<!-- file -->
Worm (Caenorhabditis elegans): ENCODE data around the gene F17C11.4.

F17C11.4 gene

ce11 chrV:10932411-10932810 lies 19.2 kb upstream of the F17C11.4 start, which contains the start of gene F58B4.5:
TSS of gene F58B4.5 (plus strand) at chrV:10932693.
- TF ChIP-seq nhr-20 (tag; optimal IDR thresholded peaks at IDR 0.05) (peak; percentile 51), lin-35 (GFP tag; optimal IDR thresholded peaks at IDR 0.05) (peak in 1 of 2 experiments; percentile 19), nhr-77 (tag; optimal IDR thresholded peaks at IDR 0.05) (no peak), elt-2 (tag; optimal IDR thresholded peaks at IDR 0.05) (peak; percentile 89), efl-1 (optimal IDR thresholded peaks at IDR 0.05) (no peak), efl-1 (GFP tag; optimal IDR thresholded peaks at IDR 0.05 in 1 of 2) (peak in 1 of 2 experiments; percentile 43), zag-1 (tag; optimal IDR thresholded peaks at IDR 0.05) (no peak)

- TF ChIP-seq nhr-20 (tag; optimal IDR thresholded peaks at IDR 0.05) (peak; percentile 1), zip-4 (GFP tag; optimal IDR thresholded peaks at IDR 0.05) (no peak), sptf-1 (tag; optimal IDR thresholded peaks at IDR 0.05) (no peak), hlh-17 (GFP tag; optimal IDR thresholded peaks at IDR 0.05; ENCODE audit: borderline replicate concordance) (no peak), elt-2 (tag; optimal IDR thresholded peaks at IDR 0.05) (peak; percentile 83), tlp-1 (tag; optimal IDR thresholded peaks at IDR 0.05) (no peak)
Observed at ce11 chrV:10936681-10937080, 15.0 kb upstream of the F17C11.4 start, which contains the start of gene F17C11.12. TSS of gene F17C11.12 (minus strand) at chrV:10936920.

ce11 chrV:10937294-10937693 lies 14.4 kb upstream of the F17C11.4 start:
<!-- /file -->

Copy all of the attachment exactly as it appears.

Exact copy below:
Worm (Caenorhabditis elegans): ENCODE data around the gene F17C11.4.

F17C11.4 gene

ce11 chrV:10932411-10932810 lies 19.2 kb upstream of the F17C11.4 start, which contains the start of gene F58B4.5:
TSS of gene F58B4.5 (plus strand) at chrV:10932693.
- TF ChIP-seq nhr-20 (tag; optimal IDR thresholded peaks at IDR 0.05) (peak; percentile 51), lin-35 (GFP tag; optimal IDR thresholded peaks at IDR 0.05) (peak in 1 of 2 experiments; percentile 19), nhr-77 (tag; optimal IDR thresholded peaks at IDR 0.05) (no peak), elt-2 (tag; optimal IDR thresholded peaks at IDR 0.05) (peak; percentile 89), efl-1 (optimal IDR thresholded peaks at IDR 0.05) (no peak), efl-1 (GFP tag; optimal IDR thresholded peaks at IDR 0.05 in 1 of 2) (peak in 1 of 2 experiments; percentile 43), zag-1 (tag; optimal IDR thresholded peaks at IDR 0.05) (no peak)

- TF ChIP-seq nhr-20 (tag; optimal IDR thresholded peaks at IDR 0.05) (peak; percentile 1), zip-4 (GFP tag; optimal IDR thresholded peaks at IDR 0.05) (no peak), sptf-1 (tag; optimal IDR thresholded peaks at IDR 0.05) (no peak), hlh-17 (GFP tag; optimal IDR thresholded peaks at IDR 0.05; ENCODE audit: borderline replicate concordance) (no peak), elt-2 (tag; optimal IDR thresholded peaks at IDR 0.05) (peak; percentile 83), tlp-1 (tag; optimal IDR thresholded peaks at IDR 0.05) (no peak)
Observed at ce11 chrV:10936681-10937080, 15.0 kb upstream of the F17C11.4 start, which contains the start of gene F17C11.12. TSS of gene F17C11.12 (minus strand) at chrV:10936920.

ce11 chrV:10937294-10937693 lies 14.4 kb upstream of the F17C11.4 start: